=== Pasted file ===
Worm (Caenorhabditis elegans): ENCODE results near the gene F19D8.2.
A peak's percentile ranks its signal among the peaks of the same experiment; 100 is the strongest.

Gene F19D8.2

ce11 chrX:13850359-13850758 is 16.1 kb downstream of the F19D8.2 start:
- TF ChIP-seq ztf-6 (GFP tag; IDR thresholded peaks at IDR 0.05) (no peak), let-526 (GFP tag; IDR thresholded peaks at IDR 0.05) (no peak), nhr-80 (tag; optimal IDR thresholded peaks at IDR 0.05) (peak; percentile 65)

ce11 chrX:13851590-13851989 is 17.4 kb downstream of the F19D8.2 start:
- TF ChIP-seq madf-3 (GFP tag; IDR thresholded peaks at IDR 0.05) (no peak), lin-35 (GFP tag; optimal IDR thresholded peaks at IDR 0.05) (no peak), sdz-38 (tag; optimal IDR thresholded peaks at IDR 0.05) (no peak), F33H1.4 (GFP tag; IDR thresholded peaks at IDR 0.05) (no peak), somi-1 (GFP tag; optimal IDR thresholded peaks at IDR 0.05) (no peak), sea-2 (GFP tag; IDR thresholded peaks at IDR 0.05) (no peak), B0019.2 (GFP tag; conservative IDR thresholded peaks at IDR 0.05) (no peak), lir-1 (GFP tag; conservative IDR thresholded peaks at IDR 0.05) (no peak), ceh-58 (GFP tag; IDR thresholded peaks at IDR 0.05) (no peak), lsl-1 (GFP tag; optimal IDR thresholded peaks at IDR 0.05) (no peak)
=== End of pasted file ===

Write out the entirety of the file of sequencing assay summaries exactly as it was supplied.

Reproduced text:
Worm (Caenorhabditis elegans): ENCODE results near the gene F19D8.2.
A peak's percentile ranks its signal among the peaks of the same experiment; 100 is the strongest.

Gene F19D8.2

ce11 chrX:13850359-13850758 is 16.1 kb downstream of the F19D8.2 start:
- TF ChIP-seq ztf-6 (GFP tag; IDR thresholded peaks at IDR 0.05) (no peak), let-526 (GFP tag; IDR thresholded peaks at IDR 0.05) (no peak), nhr-80 (tag; optimal IDR thresholded peaks at IDR 0.05) (peak; percentile 65)

ce11 chrX:13851590-13851989 is 17.4 kb downstream of the F19D8.2 start:
- TF ChIP-seq madf-3 (GFP tag; IDR thresholded peaks at IDR 0.05) (no peak), lin-35 (GFP tag; optimal IDR thresholded peaks at IDR 0.05) (no peak), sdz-38 (tag; optimal IDR thresholded peaks at IDR 0.05) (no peak), F33H1.4 (GFP tag; IDR thresholded peaks at IDR 0.05) (no peak), somi-1 (GFP tag; optimal IDR thresholded peaks at IDR 0.05) (no peak), sea-2 (GFP tag; IDR thresholded peaks at IDR 0.05) (no peak), B0019.2 (GFP tag; conservative IDR thresholded peaks at IDR 0.05) (no peak), lir-1 (GFP tag; conservative IDR thresholded peaks at IDR 0.05) (no peak), ceh-58 (GFP tag; IDR thresholded peaks at IDR 0.05) (no peak), lsl-1 (GFP tag; optimal IDR thresholded peaks at IDR 0.05) (no peak)